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What is the Difference Between IPS and EIPS Wire Rope and Why Does it Matter?

In the past (pre 19th century), most heavy haulage and lifting needs were met by bulky chains or big ropes made of fiber. In the early 1830’s, a mine in Germany dropped a mine conveyance full of ore to the bottom of their mine and it was found that the heavy chains they were using to haul the conveyance to the surface suffered from work hardening and became severely brittle, leading to its failure.

As time progressed, other nations and people began to experiment with the fabrication of wire rope and, initially, each of them were essentially drawing hot steel through some dyes to create wires which were then laid helically together to form the wire rope. The type of steel that was readily available at the time was the same steel used to create ploughs for agriculture; thus the “Plough Steel” designation was used to denote what grade of steel was used to fabricate the rope.

Improvements were made to the ingredients of Plough Steel that allowed for a higher tensile strength of the wire rope. This new grade was aptly named, “Improved Plough Steel” or I.P.S. for short. Improved plough steel became the de facto steel to be used until it was once again improved upon, to the point where it is actually difficult to find Plough Steel grade wire rope in inventory at a sling shop.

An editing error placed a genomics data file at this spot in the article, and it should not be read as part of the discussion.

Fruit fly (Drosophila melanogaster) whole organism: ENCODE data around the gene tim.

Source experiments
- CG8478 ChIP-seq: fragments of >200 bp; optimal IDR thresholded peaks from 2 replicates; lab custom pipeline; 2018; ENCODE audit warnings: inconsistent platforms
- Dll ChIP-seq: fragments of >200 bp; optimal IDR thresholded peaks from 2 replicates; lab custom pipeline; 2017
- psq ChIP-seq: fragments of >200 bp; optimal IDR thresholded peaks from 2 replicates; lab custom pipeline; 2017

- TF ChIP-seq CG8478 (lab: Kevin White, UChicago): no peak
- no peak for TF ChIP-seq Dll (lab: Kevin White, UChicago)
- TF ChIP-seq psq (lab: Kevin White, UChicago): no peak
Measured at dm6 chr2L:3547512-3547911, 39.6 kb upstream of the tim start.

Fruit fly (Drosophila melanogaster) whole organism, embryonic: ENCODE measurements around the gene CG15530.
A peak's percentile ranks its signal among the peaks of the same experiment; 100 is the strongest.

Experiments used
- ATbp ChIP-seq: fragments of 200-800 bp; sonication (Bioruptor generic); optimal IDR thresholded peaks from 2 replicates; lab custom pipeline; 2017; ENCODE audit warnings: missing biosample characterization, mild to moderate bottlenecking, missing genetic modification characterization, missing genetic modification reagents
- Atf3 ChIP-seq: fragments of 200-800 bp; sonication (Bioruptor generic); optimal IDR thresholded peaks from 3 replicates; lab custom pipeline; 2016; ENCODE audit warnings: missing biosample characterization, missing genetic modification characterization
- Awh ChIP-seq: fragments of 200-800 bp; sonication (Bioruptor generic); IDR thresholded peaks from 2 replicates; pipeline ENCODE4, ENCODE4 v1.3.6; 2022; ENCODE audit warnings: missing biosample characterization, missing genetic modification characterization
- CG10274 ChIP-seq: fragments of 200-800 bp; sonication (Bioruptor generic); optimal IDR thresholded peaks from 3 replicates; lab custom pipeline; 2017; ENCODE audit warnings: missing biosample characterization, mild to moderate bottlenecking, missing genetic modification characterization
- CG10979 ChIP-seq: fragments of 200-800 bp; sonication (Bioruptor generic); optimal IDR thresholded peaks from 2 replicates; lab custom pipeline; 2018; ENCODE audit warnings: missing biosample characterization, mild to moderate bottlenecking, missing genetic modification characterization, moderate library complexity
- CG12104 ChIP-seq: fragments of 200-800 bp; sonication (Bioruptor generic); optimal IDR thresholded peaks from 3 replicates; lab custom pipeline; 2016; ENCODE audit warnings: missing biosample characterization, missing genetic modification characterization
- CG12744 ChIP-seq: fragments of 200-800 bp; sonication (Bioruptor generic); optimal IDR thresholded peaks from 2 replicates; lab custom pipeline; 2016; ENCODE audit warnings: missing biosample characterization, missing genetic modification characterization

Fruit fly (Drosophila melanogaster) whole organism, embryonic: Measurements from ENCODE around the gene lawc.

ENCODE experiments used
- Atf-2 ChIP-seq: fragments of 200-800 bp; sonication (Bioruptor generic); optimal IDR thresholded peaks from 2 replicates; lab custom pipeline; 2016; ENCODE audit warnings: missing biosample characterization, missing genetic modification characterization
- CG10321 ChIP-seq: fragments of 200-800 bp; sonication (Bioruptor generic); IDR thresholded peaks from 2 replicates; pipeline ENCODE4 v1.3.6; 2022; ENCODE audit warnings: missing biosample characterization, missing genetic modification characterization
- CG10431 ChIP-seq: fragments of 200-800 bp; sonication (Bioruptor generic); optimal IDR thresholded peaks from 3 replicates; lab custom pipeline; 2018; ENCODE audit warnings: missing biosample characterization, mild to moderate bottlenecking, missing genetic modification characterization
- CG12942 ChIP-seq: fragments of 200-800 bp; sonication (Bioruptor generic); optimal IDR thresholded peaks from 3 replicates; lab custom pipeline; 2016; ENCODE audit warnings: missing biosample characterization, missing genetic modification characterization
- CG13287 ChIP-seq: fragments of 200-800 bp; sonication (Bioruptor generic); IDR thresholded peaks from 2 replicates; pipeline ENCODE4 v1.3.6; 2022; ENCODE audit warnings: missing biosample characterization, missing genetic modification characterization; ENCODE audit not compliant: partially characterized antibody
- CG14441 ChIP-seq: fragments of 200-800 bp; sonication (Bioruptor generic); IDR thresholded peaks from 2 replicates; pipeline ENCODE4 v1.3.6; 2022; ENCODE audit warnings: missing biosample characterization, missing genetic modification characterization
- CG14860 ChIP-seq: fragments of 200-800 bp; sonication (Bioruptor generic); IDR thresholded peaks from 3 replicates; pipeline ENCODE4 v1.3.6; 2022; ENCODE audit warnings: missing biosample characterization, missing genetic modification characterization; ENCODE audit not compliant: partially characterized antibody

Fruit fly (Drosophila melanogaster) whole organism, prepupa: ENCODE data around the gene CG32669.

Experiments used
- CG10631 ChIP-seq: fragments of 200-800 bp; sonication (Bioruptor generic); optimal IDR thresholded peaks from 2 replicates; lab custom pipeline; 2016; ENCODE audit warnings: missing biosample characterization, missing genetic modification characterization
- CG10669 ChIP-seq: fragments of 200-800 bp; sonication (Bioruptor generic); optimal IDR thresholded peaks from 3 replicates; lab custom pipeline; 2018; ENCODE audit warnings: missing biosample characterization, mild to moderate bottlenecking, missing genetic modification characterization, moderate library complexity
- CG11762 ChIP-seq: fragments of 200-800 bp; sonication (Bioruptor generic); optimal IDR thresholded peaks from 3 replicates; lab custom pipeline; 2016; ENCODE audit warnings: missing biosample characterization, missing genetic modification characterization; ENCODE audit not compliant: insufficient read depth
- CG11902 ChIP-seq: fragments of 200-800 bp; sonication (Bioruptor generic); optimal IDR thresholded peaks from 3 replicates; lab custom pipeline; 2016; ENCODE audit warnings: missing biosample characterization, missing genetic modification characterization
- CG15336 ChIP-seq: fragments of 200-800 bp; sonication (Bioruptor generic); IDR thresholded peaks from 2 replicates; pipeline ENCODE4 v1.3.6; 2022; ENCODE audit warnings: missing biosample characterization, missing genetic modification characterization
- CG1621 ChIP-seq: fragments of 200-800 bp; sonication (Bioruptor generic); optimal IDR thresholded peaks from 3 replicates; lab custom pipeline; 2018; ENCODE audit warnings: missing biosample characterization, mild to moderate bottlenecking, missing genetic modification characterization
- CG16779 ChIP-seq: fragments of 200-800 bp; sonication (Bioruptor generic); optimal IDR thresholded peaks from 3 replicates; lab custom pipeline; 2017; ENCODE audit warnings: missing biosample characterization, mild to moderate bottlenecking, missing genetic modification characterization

Speaking of improvements made to the already Improved Plough Steel, once the recipe was perfected and it was found that wire rope could be made to have some extra strength. What did the powers that be name this new and improved wire rope…You guessed it, “Extra Improved Plough Steel.” EIPS offers approximately 10-15% increases in tensile strength over the old IPS depending on diameter. The higher tensile strength improves the minimum breaking strength of the wire rope. This, of course, will change the breaking strengths of the rigging mines and other industrial uses. This makes it important to know what type of wire rope your rigging is constructed from. If for example, a worker is referencing a sling chart for minimum breaking strength of a sling they should:

  • a) check to see if the chart is referencing IPS  or EIPS 
  • b) know if his sling is IPS or EIPS.
  • Referencing an EIPS chart while lifting with a IPS sling could result in the sling being overloaded and breaking.

Currently, most rigging shops have transitioned to EIPS or are in the process of doing so. EIPS wire rope should be the standard in a modern day rigging shop and used for rigging such as wire rope slings, winch lines, and wire rope assemblies.

                                                                                  EIPS Sling Chart

Northern Strands has been a locally owned company for over 50 years. We carry the largest supply of wire rope and rigging in Saskatchewan. Contact us today for a rigging quote or visit our showroom.

Visit Northern Strands at any of our three locations:

Saskatoon (Head Office)
3235 Millar Avenue
Saskatoon, SK S7K 5Y3
Hours of Operation: 7:30am to 5:00pm Mon - Fri
Phone: (306) 242-7073
Toll Free: (800) 242-7073

125 Henderson Drive
Regina, SK S4N 5W4
Hours of Operation: 7:30am to 5:00pm Mon - Fri
Phone: (306) 352-7073
Fax: (306) 352-9112
Toll Free: (800) 242-7073

816 Park Avenue, Esterhazy, SK S0A 0X0
Hours of Operation: 7:30am to 5:00pm Mon - Fri
Phone: (306) 745-4640
Inside Sales Email:

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Saskatoon (Head Office)

  • 3235 Millar Avenue
  • Saskatoon, SK S7K 5Y3


  • 125 Henderson Drive
  • Regina, SK S4N 5W4


  • 816 Park Ave
  • Esterhazy, SK S0A 0X0
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